In Iraq, where Blackwater and other PMC personnel enjoy immunity from prosecution, few U.S. troops have been prosecuted for crimes that have far exceeded anything attributed to the PMCs. As with My Lai in Vietnam, the well-known instances of torture at Abu Ghraib prison stand out as exceptional, brought to light by media exposes after being dismissed or covered up by the military. Several low-level prison guards were tried and convicted, a few receiving stiff sentences, while officers in decision-making positions (not to mention Washington officials) never faced legal consequences. Similar operations in Iraq and Afghanistan were spared criminal sanctions. Even more illuminating is the case of Marine atrocities at Haditha, on November 19, 2005, where 24 defenseless Iraqi civilians were slaughtered in the aftermath of a roadside bombing. This episode came to light thanks to a Time magazine report of March 16, 2006, after prolonged military efforts to cover up the atrocities. Shamefully, six of eight Marines charged had their cases dismissed at court-martial while a seventh, Lt. Col. Jeffrey Chessani (the highest-ranking officer accused) was exonerated by a military judge at Camp Pendleton. Only one defendant remained – Lt. Andrew Grayson – accused not of murder but of dereliction of duty.[18] Coverups made it virtually impossible to prosecute serious offenses. Here as in many other cases the much-hyped “rules of engagement” failed to protect Iraqi civilians from murder at the hands of American occupying troops.

In yet another instructive episode, a Marine hearing officer at Camp Pendleton recommended against court-martialing Sgt. Johnny Winnick for manslaughter and assault in the shooting deaths of two Syrians and the wounding of two others in Iraq. Instead, the process was to involve nonjudicial punishment for dereliction of duty, leading to nothing more than a demotion and reprimand. In June 2007 Winnick opened fire on Syrians whose truck stopped near the Lake Tharthar region, continuing to shoot even after the men were down and incapacitated. No evidence was presented that the four men were planting a bomb, as Winnick claimed. Prosecution would have followed the charge that Winnick violated rules of engagement requiring “positive identification” that someone is committing a “hostile act” or has shown “hostile intent”. At the preliminary hearing in Camp Pendleton, a defense expert successfully argued that rules of engagement are inevitably vague and confusing to frontline troops – even though, in this instance, the Syrians had already been rendered defenseless. One of Winnick’s attorneys, Daniel Conway, said: “Our Marines deserve the benefit of the doubt when they make good-faith decisions to use force in self-defense during combat. Sgt. Winnick is a standup Marine, and he’s eager to get back to work.”[19] Of course the idea that “good-faith decisions” are being made in “self-defense” could be made for troops under virtually any battlefield circumstances. The point here is that, on the ground, levels of “immunity” in Iraq extend as much to regular military troops as to PMCs.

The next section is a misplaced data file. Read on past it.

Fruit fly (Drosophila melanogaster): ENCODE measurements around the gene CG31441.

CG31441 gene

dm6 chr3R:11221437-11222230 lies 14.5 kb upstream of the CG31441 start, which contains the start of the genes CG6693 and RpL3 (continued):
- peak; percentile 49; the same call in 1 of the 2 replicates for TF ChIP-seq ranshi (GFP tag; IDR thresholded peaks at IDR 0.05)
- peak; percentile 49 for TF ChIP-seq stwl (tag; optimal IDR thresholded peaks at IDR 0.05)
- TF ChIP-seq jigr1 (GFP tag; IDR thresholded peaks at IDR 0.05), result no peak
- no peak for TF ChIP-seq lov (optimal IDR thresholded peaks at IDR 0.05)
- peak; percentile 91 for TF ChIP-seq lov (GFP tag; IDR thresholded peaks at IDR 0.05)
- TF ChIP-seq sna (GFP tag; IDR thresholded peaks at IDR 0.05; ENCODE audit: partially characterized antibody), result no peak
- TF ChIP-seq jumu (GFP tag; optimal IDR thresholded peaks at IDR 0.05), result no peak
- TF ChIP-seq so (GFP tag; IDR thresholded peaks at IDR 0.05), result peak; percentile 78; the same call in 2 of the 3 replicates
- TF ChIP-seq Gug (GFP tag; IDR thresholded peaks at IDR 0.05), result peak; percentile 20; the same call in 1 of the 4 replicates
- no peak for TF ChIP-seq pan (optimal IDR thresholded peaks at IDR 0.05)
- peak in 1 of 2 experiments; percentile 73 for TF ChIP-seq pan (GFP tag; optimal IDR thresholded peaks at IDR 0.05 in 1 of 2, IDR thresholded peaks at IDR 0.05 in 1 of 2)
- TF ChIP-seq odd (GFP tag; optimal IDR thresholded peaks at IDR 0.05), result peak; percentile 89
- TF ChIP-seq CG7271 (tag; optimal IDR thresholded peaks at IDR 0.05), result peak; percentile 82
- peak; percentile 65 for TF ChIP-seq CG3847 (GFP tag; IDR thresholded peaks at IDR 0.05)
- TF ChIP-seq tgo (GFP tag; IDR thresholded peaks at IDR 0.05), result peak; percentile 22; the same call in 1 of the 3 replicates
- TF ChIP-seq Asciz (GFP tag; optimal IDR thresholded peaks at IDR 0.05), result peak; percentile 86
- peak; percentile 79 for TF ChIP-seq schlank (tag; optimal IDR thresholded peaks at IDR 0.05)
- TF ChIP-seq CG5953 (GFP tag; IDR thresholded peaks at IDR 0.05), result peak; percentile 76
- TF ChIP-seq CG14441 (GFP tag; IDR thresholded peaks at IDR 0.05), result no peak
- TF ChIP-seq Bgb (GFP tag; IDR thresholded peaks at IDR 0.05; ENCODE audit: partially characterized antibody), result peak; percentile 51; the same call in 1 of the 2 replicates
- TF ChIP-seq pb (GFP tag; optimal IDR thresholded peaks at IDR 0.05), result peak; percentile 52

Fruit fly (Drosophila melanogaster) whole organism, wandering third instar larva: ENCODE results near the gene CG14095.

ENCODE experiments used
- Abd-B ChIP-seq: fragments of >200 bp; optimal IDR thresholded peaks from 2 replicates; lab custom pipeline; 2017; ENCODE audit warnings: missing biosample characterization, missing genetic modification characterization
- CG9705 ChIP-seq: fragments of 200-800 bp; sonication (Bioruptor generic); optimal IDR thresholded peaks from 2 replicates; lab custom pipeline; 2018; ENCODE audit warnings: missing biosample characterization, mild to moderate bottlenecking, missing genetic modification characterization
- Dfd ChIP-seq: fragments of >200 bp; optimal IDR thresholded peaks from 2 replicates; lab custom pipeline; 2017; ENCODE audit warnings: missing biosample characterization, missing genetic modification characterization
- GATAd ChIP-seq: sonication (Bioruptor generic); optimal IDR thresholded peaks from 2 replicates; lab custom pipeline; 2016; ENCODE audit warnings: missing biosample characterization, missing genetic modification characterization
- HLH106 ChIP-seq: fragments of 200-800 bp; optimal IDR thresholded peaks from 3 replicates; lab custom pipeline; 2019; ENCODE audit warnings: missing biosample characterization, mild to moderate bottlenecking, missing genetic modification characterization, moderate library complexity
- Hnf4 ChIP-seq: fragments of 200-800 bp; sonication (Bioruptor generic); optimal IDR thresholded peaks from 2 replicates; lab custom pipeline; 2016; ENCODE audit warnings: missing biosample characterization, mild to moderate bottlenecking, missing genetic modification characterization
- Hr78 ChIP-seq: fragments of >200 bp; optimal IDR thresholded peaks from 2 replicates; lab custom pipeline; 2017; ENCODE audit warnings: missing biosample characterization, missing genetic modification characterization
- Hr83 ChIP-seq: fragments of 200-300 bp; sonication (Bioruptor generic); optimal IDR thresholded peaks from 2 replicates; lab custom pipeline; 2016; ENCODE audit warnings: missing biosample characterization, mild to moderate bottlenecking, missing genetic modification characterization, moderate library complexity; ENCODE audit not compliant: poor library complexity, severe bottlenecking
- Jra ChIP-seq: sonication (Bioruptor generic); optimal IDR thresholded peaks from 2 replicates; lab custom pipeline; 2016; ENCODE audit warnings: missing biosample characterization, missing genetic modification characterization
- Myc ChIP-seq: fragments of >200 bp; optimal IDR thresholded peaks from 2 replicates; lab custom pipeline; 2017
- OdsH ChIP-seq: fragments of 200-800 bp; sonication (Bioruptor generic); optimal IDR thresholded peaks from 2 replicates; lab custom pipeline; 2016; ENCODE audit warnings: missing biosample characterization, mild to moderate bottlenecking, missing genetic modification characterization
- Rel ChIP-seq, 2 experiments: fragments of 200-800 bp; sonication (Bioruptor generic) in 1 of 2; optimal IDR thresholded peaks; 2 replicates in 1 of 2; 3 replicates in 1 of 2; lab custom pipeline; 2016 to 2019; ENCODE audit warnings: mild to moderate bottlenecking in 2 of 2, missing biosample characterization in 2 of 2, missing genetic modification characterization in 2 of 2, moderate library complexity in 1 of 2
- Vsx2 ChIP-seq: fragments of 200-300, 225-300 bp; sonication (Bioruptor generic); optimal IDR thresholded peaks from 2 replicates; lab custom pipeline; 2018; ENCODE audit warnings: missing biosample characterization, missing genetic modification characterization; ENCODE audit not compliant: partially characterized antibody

Horrific as they might be, therefore, no evidence is available to suggest the PMCs represent an epic transformation of the U.S. military, although their contributions to American geopolitical ambitions obviously deserve notice. In fact their operations depart little from business-as-usual in the maintenance of Empire. The notion that private contractors embody unique forms of outlawry, primarily as wayward mercenaries, makes little sense when viewed in the larger historical context of U.S. military interventions. The PMCs constitute yet another vehicle of American imperial objectives – a vehicle, moreover, not always known for its efficiency and reliability. Aside from their role in providing non-military supports for government and armed-forces work in the field along with construction, the general significance of PMCs – including the argument they are harbingers of new “privatizing” trends — has been dramatically overstated by Scahill and others. The pattern of U.S. imperial ventures is nowadays, as before, set at the very top of officialdom and marked by political continuity.